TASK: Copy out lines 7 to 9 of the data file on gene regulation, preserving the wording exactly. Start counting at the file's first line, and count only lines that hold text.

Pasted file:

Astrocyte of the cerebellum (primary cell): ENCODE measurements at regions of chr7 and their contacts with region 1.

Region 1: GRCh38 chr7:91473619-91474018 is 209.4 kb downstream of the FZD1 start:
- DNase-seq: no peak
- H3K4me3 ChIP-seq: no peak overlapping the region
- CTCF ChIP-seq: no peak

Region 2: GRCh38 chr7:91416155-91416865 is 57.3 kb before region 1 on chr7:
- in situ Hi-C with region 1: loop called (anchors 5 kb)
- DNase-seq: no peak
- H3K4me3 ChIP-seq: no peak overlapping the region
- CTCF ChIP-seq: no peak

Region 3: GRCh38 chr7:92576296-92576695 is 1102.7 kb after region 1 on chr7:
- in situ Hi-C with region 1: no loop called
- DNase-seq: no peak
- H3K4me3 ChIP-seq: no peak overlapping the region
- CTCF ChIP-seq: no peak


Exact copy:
- in situ Hi-C with region 1: loop called (anchors 5 kb)
- DNase-seq: no peak
- H3K4me3 ChIP-seq: no peak overlapping the region